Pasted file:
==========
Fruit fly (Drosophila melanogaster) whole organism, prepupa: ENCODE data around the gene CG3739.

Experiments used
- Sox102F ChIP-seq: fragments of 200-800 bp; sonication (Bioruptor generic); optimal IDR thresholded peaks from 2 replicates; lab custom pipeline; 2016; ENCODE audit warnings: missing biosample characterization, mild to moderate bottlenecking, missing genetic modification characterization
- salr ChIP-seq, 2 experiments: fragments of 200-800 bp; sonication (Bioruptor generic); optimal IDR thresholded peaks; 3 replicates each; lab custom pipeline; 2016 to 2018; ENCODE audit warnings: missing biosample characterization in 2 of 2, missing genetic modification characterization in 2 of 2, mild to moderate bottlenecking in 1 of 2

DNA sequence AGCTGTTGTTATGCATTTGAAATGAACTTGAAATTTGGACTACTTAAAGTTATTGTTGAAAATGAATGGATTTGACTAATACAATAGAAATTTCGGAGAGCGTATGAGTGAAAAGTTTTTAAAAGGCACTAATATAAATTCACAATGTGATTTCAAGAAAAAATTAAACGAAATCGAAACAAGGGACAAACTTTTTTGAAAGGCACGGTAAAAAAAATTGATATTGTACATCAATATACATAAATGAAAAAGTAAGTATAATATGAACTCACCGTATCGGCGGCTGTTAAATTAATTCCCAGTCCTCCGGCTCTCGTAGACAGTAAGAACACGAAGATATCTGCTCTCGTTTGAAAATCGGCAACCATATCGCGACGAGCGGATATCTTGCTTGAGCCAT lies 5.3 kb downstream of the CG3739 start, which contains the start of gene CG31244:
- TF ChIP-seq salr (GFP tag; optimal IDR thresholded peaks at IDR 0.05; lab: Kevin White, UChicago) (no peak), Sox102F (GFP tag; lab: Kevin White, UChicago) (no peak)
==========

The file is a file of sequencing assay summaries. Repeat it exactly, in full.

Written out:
Fruit fly (Drosophila melanogaster) whole organism, prepupa: ENCODE data around the gene CG3739.

Experiments used
- Sox102F ChIP-seq: fragments of 200-800 bp; sonication (Bioruptor generic); optimal IDR thresholded peaks from 2 replicates; lab custom pipeline; 2016; ENCODE audit warnings: missing biosample characterization, mild to moderate bottlenecking, missing genetic modification characterization
- salr ChIP-seq, 2 experiments: fragments of 200-800 bp; sonication (Bioruptor generic); optimal IDR thresholded peaks; 3 replicates each; lab custom pipeline; 2016 to 2018; ENCODE audit warnings: missing biosample characterization in 2 of 2, missing genetic modification characterization in 2 of 2, mild to moderate bottlenecking in 1 of 2

DNA sequence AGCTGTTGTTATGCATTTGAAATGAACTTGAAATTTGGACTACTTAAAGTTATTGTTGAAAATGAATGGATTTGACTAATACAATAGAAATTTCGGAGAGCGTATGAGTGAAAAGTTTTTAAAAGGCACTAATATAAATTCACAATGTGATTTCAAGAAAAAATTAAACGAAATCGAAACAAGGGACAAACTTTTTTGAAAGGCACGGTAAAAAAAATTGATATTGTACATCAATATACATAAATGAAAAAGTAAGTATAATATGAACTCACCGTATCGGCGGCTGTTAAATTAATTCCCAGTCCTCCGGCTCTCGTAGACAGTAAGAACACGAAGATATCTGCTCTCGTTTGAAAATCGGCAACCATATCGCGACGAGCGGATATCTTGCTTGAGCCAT lies 5.3 kb downstream of the CG3739 start, which contains the start of gene CG31244:
- TF ChIP-seq salr (GFP tag; optimal IDR thresholded peaks at IDR 0.05; lab: Kevin White, UChicago) (no peak), Sox102F (GFP tag; lab: Kevin White, UChicago) (no peak)